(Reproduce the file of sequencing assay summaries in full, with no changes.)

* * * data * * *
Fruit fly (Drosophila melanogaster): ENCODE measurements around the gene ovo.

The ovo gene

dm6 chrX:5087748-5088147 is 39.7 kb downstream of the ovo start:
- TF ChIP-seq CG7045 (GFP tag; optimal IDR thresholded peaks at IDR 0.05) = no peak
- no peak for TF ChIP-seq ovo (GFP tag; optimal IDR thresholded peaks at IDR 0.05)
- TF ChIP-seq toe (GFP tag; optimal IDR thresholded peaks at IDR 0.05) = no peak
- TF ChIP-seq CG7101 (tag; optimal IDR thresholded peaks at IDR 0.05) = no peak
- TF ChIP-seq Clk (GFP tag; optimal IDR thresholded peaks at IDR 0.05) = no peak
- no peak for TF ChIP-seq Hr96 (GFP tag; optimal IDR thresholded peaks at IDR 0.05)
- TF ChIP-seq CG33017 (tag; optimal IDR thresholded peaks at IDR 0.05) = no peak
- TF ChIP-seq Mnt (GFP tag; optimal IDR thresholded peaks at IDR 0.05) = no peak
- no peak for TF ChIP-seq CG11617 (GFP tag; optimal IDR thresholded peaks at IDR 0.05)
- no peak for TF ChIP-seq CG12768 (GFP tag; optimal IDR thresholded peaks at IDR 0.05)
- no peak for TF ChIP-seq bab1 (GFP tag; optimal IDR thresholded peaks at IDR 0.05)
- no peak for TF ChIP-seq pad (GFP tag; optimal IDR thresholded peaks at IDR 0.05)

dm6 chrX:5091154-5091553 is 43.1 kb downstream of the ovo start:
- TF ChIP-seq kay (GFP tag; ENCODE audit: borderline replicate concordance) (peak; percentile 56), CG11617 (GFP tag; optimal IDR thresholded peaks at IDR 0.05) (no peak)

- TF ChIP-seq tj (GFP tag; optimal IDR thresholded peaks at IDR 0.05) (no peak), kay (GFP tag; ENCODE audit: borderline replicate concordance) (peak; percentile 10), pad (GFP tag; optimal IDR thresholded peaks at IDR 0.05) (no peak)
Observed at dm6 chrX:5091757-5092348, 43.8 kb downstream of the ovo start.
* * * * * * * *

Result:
Fruit fly (Drosophila melanogaster): ENCODE measurements around the gene ovo.

The ovo gene

dm6 chrX:5087748-5088147 is 39.7 kb downstream of the ovo start:
- TF ChIP-seq CG7045 (GFP tag; optimal IDR thresholded peaks at IDR 0.05) = no peak
- no peak for TF ChIP-seq ovo (GFP tag; optimal IDR thresholded peaks at IDR 0.05)
- TF ChIP-seq toe (GFP tag; optimal IDR thresholded peaks at IDR 0.05) = no peak
- TF ChIP-seq CG7101 (tag; optimal IDR thresholded peaks at IDR 0.05) = no peak
- TF ChIP-seq Clk (GFP tag; optimal IDR thresholded peaks at IDR 0.05) = no peak
- no peak for TF ChIP-seq Hr96 (GFP tag; optimal IDR thresholded peaks at IDR 0.05)
- TF ChIP-seq CG33017 (tag; optimal IDR thresholded peaks at IDR 0.05) = no peak
- TF ChIP-seq Mnt (GFP tag; optimal IDR thresholded peaks at IDR 0.05) = no peak
- no peak for TF ChIP-seq CG11617 (GFP tag; optimal IDR thresholded peaks at IDR 0.05)
- no peak for TF ChIP-seq CG12768 (GFP tag; optimal IDR thresholded peaks at IDR 0.05)
- no peak for TF ChIP-seq bab1 (GFP tag; optimal IDR thresholded peaks at IDR 0.05)
- no peak for TF ChIP-seq pad (GFP tag; optimal IDR thresholded peaks at IDR 0.05)

dm6 chrX:5091154-5091553 is 43.1 kb downstream of the ovo start:
- TF ChIP-seq kay (GFP tag; ENCODE audit: borderline replicate concordance) (peak; percentile 56), CG11617 (GFP tag; optimal IDR thresholded peaks at IDR 0.05) (no peak)

- TF ChIP-seq tj (GFP tag; optimal IDR thresholded peaks at IDR 0.05) (no peak), kay (GFP tag; ENCODE audit: borderline replicate concordance) (peak; percentile 10), pad (GFP tag; optimal IDR thresholded peaks at IDR 0.05) (no peak)
Observed at dm6 chrX:5091757-5092348, 43.8 kb downstream of the ovo start.